Wild Blue Pixel
TIP OF THE DAY
Friday, November 17, 2006
The Kalimba Club just bought a Cloud 9 Marimbula for its upcoming performance at the Synchronicity Center on Sunday night, Nov 19th at 7pm. The marimbula is a big bass kalimba which plays about two octaves lower than the typical kalimba. I will save the full review for later.
The Cloud Nine has a rich woody sound that can get a bit muddy if you aren't careful. The power spectra below illustrate.
The above power spectra shows how much power is in each "note" or frequency when I play the lowest note on the Cloud Nine Marimbula and deaden all the other notes. This is C2, at 65 Hz, and most of the power is in a broad peak at 65 Hz (this is actually how I tune the marimbula, as my guitar tuner doesn't pick this note up very well). There are other harmonics that are excited. Some of these are from the "ringing" of the box, but a few are actual overtones of the vibrating tine.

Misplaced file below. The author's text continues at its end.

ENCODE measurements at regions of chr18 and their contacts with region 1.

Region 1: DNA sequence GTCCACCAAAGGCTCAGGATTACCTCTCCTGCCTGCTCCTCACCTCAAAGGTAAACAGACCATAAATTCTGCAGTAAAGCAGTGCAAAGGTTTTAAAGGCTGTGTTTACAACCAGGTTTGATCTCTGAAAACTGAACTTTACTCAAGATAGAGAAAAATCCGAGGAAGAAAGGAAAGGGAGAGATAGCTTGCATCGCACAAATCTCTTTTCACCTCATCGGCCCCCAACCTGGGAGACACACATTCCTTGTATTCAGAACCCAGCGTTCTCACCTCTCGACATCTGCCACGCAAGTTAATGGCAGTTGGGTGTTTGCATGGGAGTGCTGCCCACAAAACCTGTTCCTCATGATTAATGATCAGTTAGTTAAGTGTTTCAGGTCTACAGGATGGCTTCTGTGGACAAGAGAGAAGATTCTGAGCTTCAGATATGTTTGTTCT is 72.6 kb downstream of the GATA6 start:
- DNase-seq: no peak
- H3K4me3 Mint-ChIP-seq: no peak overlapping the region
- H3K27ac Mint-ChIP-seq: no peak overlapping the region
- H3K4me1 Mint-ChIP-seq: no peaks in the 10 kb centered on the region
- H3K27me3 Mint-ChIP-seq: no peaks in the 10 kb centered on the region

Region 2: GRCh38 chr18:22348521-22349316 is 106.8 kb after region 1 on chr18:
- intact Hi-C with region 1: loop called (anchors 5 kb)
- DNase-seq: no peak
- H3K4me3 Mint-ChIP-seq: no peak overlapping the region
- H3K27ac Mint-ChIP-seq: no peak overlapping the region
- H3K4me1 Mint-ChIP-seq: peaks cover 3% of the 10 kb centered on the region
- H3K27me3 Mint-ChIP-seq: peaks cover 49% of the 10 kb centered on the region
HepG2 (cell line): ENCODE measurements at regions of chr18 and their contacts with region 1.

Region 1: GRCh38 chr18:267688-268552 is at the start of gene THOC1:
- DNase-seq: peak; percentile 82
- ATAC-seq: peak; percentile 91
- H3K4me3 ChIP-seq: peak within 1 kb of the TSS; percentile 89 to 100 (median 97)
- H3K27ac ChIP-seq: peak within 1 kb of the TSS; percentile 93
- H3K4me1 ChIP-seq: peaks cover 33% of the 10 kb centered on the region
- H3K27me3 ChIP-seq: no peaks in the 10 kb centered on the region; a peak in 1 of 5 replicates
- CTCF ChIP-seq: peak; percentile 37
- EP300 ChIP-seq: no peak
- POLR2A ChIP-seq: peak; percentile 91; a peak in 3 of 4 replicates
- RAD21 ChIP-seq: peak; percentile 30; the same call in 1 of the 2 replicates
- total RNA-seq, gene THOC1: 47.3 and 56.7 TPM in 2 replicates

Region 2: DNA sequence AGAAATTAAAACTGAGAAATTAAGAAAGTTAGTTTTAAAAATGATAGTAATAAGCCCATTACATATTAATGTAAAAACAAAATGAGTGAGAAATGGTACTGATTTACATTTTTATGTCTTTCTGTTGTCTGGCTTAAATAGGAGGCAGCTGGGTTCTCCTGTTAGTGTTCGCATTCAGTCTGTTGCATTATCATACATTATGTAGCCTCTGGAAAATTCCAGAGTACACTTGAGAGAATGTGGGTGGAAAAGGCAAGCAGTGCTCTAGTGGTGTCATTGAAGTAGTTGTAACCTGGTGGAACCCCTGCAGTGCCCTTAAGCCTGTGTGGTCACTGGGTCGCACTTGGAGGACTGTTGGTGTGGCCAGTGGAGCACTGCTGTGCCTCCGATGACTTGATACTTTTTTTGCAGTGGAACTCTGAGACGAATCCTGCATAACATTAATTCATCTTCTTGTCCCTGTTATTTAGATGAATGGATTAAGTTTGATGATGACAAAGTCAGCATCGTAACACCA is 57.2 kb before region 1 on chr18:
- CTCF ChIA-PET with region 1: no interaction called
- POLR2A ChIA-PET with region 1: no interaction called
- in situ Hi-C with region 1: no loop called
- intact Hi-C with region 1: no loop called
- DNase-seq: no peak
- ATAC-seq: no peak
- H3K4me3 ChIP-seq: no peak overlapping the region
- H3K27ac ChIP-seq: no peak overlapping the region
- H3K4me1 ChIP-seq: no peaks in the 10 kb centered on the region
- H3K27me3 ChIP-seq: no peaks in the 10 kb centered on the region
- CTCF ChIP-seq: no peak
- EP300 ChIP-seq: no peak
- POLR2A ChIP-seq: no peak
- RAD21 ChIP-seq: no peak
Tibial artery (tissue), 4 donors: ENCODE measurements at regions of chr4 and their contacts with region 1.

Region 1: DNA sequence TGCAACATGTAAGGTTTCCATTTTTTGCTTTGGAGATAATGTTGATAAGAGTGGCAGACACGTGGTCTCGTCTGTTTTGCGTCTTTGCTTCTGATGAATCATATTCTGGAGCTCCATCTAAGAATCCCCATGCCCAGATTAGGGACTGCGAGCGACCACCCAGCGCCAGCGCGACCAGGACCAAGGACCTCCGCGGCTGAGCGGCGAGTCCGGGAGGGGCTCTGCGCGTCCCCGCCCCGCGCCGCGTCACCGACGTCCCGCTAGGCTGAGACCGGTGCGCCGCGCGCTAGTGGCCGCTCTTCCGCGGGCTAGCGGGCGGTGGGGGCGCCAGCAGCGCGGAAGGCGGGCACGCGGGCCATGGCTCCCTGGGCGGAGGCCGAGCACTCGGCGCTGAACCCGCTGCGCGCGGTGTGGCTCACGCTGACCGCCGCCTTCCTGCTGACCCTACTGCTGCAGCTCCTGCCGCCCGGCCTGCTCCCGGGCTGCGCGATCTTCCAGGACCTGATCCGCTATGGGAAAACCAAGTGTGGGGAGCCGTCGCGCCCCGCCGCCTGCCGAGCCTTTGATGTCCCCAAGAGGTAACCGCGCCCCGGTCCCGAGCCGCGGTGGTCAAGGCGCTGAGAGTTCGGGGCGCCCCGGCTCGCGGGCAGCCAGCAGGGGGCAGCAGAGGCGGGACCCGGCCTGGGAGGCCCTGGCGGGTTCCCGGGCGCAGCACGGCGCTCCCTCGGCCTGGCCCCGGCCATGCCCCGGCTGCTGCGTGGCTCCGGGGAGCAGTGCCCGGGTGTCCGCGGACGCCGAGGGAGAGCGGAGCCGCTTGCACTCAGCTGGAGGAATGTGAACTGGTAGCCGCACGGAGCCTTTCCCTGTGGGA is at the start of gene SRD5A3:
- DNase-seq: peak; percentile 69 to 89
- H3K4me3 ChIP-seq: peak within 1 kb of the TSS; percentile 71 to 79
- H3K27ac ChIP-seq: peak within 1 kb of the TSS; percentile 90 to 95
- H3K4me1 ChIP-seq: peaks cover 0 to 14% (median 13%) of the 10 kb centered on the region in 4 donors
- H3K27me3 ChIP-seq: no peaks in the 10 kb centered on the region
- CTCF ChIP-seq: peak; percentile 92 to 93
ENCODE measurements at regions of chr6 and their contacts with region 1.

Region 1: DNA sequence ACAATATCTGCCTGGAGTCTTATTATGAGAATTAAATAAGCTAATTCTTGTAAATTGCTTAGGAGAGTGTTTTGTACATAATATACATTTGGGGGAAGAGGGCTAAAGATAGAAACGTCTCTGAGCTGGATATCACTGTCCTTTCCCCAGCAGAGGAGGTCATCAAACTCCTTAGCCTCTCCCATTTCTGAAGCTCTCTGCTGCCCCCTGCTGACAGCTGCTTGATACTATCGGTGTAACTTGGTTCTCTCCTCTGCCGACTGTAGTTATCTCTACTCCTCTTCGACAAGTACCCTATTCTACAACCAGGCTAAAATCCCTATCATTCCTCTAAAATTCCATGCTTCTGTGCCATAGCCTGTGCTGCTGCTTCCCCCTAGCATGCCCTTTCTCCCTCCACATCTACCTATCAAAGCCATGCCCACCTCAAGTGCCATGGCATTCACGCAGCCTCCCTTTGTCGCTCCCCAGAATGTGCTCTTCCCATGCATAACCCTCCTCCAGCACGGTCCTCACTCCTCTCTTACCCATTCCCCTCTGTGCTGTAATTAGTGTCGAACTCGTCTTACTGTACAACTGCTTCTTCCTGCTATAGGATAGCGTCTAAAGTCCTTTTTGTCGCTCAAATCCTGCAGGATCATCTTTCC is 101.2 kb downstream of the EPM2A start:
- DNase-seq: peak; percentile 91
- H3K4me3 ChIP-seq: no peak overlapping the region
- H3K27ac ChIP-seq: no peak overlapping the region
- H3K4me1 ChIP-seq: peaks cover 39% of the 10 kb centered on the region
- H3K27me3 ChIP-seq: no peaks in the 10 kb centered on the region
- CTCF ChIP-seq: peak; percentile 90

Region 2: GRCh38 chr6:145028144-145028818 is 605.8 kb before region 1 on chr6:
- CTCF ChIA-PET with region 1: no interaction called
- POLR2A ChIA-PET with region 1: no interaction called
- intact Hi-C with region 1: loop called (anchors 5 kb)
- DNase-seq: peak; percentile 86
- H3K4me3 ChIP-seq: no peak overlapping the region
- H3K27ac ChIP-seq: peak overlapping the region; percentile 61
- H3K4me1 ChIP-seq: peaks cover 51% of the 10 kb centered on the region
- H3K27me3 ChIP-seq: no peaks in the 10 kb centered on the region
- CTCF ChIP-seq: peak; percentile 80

The above power spectrum shows the same plot for the same note, but this time I have not deadened the other tines. As you can see, several other notes on the marimbula get excited when you pluck the low C tine. These other notes will tend to muddy the sound you get. In order to keep the sound clean, I tend to play the note I want while deadening the other notes.